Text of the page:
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Autodesk, Local Motors Collaborate On Spark 3D Platform

Autodesk, Local Motors Collaborate On Spark 3D Platform
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Local Motors, the company that made headlines last week when it created the world’s first 3D-printed car at IMTS in Chicago, just announced a collaboration with Autodesk, Inc. (NASDAQ: ADSK) utilizing a new open platform for 3D printing.

Spark Platform

The platform, called Spark, was introduced earlier this year by Autodesk. Spark was designed to make it “simpler and more reliable to print 3D models and easier to control how that model is printed.”

According to a press release, Spark would be utilized in the development of Local Motors’ Strati 3D printed automobile, making this the first large-scale industrial application of the Spark platform.

Related: Local Motors Making World's First 3D-Printed Car

Quicker Connections

Alex Fiechter, head of community management for Local Motors, wrote, “The Spark platform is set to accelerate manufacturing innovation. From capturing our ideas more accurately to guiding Design for Additive Manufacturing (DFAM) and simplifying the creation of machine code, Spark will help us to turn digital models into an actual physical production part far faster than was previously possible.”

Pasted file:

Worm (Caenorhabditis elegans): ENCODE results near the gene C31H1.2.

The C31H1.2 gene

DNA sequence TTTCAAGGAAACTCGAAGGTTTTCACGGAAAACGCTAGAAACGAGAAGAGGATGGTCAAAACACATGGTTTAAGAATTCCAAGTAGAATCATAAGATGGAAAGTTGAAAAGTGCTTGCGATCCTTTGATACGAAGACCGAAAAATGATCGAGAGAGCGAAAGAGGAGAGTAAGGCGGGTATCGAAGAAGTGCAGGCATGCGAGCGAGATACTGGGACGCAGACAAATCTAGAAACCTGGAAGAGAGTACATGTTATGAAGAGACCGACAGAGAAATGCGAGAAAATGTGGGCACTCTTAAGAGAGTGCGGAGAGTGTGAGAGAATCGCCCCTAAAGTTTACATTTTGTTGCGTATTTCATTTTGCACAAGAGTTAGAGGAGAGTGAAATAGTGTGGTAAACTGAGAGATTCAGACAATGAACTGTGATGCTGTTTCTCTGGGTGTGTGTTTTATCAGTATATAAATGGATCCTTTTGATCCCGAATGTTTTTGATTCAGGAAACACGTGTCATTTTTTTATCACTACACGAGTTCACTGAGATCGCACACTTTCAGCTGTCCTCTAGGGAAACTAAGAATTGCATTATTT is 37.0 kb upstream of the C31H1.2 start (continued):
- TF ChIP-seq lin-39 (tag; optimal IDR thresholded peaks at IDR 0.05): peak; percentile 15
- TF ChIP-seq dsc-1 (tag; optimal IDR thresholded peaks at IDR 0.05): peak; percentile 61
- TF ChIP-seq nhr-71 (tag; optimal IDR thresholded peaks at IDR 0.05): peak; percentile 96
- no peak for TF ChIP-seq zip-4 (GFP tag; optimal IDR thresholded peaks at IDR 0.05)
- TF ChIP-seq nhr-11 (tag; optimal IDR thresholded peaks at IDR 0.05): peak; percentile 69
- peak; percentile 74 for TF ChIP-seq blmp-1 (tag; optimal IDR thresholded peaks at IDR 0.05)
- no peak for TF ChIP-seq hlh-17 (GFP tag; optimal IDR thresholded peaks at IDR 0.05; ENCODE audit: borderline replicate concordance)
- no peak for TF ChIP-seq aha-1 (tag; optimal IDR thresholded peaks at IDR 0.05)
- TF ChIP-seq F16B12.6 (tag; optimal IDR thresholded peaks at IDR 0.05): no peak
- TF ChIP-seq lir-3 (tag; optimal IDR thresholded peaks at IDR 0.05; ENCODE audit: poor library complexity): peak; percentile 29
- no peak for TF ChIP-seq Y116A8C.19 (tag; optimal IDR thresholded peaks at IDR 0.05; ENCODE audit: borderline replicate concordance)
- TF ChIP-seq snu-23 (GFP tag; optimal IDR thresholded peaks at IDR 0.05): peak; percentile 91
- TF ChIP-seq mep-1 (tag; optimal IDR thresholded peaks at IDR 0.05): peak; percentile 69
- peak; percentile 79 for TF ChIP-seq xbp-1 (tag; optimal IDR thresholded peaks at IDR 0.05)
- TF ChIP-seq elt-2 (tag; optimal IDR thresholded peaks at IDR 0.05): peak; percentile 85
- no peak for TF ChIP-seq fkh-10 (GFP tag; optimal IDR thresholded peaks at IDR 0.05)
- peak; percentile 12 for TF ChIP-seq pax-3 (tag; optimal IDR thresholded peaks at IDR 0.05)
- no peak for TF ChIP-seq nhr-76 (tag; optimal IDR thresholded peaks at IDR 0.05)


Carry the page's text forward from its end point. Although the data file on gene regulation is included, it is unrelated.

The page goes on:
Essentially, Spark would help connect digital design information to the BAAM (Big Area Additive Manufacturing) machine created by Oak Ridge National Laboratory (ORNL) and Cincinnati Incorporated.

Using Spark would streamline the process and allow for “easier visualization and optimization of 3D prints” according to the press release.

Related: 5 Ways 3D Printing is Taking Over The World: Ford Motor Company, Stratasys, Ltd. & More

Presto Chango

This is important because the Strati is comprised of fewer than 50 parts (versus 25,000 in a traditional automobile). This meant that 3D printing would allow the manufacturer to change the design or even adopt an entirely new one with no need to change tooling and in much less time, thanks to the use of the Spark platform.

Local Motors CEO Jay Rogers told WGN in Chicago, "You could think of it (Strati) like IKEA, mashed up with Build-A-Bear, mashed up with Formula One."

According to Rogers, "Because you can literally print the car any way you want, if your family goes from two people to three -- with a child, you trade in and recycle the center part of your car and all the components that outfit the family. Whatever you can imagine is what this process can entail."

At the time of this writing, Jim Probasco had no position in any mentioned securities.

Posted-In: 3D autodeskTech Best of Benzinga


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